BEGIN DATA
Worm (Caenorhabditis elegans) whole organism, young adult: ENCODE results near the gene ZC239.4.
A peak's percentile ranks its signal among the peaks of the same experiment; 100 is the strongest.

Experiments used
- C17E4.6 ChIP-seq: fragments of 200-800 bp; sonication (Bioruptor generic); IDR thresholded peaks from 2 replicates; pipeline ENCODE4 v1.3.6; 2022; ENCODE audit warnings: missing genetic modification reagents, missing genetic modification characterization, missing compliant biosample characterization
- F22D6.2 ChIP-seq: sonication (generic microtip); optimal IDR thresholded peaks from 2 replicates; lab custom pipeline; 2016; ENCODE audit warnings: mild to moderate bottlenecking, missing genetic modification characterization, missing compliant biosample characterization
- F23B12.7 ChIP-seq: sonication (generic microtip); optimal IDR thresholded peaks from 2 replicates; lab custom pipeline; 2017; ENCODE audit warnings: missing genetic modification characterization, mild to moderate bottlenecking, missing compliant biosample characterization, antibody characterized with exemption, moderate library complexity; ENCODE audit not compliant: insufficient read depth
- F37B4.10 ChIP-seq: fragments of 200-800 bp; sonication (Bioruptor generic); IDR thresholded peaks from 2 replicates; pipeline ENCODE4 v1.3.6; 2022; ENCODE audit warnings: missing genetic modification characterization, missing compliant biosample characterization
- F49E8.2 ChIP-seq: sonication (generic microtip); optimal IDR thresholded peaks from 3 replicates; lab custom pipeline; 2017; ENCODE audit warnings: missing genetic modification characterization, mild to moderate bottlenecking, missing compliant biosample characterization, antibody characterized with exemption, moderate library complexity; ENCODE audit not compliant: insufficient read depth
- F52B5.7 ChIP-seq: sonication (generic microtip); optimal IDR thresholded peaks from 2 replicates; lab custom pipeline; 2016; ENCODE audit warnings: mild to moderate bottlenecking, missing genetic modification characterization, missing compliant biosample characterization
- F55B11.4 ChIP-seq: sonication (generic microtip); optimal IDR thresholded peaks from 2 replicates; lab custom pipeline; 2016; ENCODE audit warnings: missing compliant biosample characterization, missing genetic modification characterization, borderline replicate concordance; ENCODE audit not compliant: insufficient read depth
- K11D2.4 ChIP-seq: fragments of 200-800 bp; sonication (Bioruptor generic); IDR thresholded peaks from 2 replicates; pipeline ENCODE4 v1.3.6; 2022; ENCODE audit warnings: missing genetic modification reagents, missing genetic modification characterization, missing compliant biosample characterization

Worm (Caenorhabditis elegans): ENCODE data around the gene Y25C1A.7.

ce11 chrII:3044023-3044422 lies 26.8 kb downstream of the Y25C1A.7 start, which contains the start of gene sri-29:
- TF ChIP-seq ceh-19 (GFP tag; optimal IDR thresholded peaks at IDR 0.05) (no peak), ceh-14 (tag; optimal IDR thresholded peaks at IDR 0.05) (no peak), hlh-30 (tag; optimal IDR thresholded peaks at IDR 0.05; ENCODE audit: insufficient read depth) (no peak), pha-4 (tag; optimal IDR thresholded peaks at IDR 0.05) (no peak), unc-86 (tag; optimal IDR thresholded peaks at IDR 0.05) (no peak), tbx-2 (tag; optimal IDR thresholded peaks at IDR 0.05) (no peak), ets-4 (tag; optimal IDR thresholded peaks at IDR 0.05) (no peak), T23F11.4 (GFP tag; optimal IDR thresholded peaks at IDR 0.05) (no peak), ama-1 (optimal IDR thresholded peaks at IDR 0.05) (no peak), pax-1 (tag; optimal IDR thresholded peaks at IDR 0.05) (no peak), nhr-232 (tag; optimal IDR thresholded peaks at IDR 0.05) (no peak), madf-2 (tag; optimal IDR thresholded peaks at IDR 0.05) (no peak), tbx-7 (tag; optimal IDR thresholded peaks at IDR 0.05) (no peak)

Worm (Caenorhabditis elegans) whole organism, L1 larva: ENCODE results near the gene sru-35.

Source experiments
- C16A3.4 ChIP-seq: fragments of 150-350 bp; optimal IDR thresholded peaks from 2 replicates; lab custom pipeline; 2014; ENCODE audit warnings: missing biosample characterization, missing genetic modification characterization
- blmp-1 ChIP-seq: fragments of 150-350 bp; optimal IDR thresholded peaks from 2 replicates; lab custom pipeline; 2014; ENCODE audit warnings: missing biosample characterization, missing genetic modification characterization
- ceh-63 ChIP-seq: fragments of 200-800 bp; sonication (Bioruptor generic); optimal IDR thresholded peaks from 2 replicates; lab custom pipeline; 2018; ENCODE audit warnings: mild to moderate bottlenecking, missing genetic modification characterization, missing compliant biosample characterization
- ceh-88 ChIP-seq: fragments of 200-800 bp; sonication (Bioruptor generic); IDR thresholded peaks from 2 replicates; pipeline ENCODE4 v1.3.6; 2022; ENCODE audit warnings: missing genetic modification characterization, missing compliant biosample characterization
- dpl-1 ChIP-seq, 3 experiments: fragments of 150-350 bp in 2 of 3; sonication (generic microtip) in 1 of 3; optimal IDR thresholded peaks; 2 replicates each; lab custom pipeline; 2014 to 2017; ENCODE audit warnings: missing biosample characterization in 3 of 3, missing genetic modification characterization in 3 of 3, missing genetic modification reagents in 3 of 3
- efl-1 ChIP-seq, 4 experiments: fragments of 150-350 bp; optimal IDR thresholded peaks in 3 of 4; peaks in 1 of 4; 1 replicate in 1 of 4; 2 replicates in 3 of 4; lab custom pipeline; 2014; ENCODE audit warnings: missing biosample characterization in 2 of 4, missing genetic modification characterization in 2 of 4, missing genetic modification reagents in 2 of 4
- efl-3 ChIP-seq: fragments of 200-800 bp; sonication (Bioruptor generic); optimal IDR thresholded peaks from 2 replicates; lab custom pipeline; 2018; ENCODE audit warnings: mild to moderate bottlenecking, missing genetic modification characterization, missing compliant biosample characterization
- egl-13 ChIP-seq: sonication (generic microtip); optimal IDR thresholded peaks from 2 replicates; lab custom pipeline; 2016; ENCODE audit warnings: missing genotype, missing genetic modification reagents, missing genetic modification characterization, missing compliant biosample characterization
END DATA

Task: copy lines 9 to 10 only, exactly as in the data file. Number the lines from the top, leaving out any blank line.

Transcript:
- F52B5.7 ChIP-seq: sonication (generic microtip); optimal IDR thresholded peaks from 2 replicates; lab custom pipeline; 2016; ENCODE audit warnings: mild to moderate bottlenecking, missing genetic modification characterization, missing compliant biosample characterization
- F55B11.4 ChIP-seq: sonication (generic microtip); optimal IDR thresholded peaks from 2 replicates; lab custom pipeline; 2016; ENCODE audit warnings: missing compliant biosample characterization, missing genetic modification characterization, borderline replicate concordance; ENCODE audit not compliant: insufficient read depth